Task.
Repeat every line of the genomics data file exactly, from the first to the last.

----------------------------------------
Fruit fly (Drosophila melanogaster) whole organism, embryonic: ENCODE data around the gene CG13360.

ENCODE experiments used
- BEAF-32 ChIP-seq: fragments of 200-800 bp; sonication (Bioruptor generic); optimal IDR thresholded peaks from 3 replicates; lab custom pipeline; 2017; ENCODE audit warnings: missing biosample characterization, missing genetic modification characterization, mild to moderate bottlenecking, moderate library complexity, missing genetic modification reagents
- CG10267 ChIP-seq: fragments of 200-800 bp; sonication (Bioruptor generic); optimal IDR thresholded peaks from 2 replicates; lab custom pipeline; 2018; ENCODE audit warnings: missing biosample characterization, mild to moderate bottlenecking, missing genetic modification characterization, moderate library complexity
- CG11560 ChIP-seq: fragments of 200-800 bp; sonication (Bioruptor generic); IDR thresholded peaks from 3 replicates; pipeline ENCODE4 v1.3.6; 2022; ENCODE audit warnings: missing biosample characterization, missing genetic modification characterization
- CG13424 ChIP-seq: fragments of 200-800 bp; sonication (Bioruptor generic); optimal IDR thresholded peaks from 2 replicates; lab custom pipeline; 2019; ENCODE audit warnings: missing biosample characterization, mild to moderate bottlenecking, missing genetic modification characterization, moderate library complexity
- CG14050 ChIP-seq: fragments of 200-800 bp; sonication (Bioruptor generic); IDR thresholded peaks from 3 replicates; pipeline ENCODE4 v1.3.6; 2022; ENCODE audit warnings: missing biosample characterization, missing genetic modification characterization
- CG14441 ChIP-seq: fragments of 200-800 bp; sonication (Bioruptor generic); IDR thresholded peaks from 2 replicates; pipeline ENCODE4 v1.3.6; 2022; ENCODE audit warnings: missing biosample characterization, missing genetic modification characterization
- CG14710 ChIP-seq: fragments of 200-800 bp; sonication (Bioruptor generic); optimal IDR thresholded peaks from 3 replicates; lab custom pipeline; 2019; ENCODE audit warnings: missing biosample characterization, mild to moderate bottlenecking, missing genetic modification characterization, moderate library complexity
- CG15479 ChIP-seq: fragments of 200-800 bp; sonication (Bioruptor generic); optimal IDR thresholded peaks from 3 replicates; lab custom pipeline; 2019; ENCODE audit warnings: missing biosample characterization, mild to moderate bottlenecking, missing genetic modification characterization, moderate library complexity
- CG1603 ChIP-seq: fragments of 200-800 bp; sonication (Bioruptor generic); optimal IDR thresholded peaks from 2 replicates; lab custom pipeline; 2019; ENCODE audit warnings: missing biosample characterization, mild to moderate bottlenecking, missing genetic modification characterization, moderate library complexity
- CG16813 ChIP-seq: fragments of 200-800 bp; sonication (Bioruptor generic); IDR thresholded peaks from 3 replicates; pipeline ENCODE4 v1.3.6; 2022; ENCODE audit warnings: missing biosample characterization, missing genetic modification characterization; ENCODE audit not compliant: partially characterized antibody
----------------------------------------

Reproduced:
Fruit fly (Drosophila melanogaster) whole organism, embryonic: ENCODE data around the gene CG13360.

ENCODE experiments used
- BEAF-32 ChIP-seq: fragments of 200-800 bp; sonication (Bioruptor generic); optimal IDR thresholded peaks from 3 replicates; lab custom pipeline; 2017; ENCODE audit warnings: missing biosample characterization, missing genetic modification characterization, mild to moderate bottlenecking, moderate library complexity, missing genetic modification reagents
- CG10267 ChIP-seq: fragments of 200-800 bp; sonication (Bioruptor generic); optimal IDR thresholded peaks from 2 replicates; lab custom pipeline; 2018; ENCODE audit warnings: missing biosample characterization, mild to moderate bottlenecking, missing genetic modification characterization, moderate library complexity
- CG11560 ChIP-seq: fragments of 200-800 bp; sonication (Bioruptor generic); IDR thresholded peaks from 3 replicates; pipeline ENCODE4 v1.3.6; 2022; ENCODE audit warnings: missing biosample characterization, missing genetic modification characterization
- CG13424 ChIP-seq: fragments of 200-800 bp; sonication (Bioruptor generic); optimal IDR thresholded peaks from 2 replicates; lab custom pipeline; 2019; ENCODE audit warnings: missing biosample characterization, mild to moderate bottlenecking, missing genetic modification characterization, moderate library complexity
- CG14050 ChIP-seq: fragments of 200-800 bp; sonication (Bioruptor generic); IDR thresholded peaks from 3 replicates; pipeline ENCODE4 v1.3.6; 2022; ENCODE audit warnings: missing biosample characterization, missing genetic modification characterization
- CG14441 ChIP-seq: fragments of 200-800 bp; sonication (Bioruptor generic); IDR thresholded peaks from 2 replicates; pipeline ENCODE4 v1.3.6; 2022; ENCODE audit warnings: missing biosample characterization, missing genetic modification characterization
- CG14710 ChIP-seq: fragments of 200-800 bp; sonication (Bioruptor generic); optimal IDR thresholded peaks from 3 replicates; lab custom pipeline; 2019; ENCODE audit warnings: missing biosample characterization, mild to moderate bottlenecking, missing genetic modification characterization, moderate library complexity
- CG15479 ChIP-seq: fragments of 200-800 bp; sonication (Bioruptor generic); optimal IDR thresholded peaks from 3 replicates; lab custom pipeline; 2019; ENCODE audit warnings: missing biosample characterization, mild to moderate bottlenecking, missing genetic modification characterization, moderate library complexity
- CG1603 ChIP-seq: fragments of 200-800 bp; sonication (Bioruptor generic); optimal IDR thresholded peaks from 2 replicates; lab custom pipeline; 2019; ENCODE audit warnings: missing biosample characterization, mild to moderate bottlenecking, missing genetic modification characterization, moderate library complexity
- CG16813 ChIP-seq: fragments of 200-800 bp; sonication (Bioruptor generic); IDR thresholded peaks from 3 replicates; pipeline ENCODE4 v1.3.6; 2022; ENCODE audit warnings: missing biosample characterization, missing genetic modification characterization; ENCODE audit not compliant: partially characterized antibody